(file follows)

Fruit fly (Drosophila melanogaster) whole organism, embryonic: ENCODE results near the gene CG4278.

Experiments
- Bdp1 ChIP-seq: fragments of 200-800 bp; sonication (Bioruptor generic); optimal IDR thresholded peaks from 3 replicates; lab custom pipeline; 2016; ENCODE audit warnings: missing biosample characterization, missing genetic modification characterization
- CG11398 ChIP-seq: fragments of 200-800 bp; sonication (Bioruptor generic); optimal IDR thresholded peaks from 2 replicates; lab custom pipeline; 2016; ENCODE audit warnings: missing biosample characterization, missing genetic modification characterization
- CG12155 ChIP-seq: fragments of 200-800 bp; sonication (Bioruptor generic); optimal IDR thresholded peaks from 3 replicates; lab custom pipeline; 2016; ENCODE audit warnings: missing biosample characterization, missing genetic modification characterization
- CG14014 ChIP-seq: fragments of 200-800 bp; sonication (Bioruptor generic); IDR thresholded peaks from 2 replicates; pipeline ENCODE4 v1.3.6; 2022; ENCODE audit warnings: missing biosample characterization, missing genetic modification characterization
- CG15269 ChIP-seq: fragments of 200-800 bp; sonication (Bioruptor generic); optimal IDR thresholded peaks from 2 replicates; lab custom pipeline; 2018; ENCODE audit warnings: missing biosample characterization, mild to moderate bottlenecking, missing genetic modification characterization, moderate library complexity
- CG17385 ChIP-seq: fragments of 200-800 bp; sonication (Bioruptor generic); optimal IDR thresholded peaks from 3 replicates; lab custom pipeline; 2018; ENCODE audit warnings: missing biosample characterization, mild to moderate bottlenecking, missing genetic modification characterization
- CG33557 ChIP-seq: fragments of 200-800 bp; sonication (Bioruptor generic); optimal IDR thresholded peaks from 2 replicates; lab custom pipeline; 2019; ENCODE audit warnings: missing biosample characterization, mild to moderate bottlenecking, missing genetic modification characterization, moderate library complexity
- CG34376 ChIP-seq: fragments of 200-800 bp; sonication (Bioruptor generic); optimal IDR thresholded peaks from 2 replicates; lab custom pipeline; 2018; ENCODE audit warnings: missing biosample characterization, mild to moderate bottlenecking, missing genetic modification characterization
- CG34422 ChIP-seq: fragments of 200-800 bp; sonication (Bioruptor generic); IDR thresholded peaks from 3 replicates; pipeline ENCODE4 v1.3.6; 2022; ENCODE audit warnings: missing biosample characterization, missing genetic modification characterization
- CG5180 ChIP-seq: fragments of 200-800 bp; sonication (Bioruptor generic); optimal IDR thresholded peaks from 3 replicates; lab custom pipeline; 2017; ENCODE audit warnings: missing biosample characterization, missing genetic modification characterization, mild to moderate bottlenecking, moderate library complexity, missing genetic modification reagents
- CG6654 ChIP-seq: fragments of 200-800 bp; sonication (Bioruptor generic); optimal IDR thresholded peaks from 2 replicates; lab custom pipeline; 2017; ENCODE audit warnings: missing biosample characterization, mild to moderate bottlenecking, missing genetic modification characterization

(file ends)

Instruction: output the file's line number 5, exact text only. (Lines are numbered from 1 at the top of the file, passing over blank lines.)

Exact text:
- CG12155 ChIP-seq: fragments of 200-800 bp; sonication (Bioruptor generic); optimal IDR thresholded peaks from 3 replicates; lab custom pipeline; 2016; ENCODE audit warnings: missing biosample characterization, missing genetic modification characterization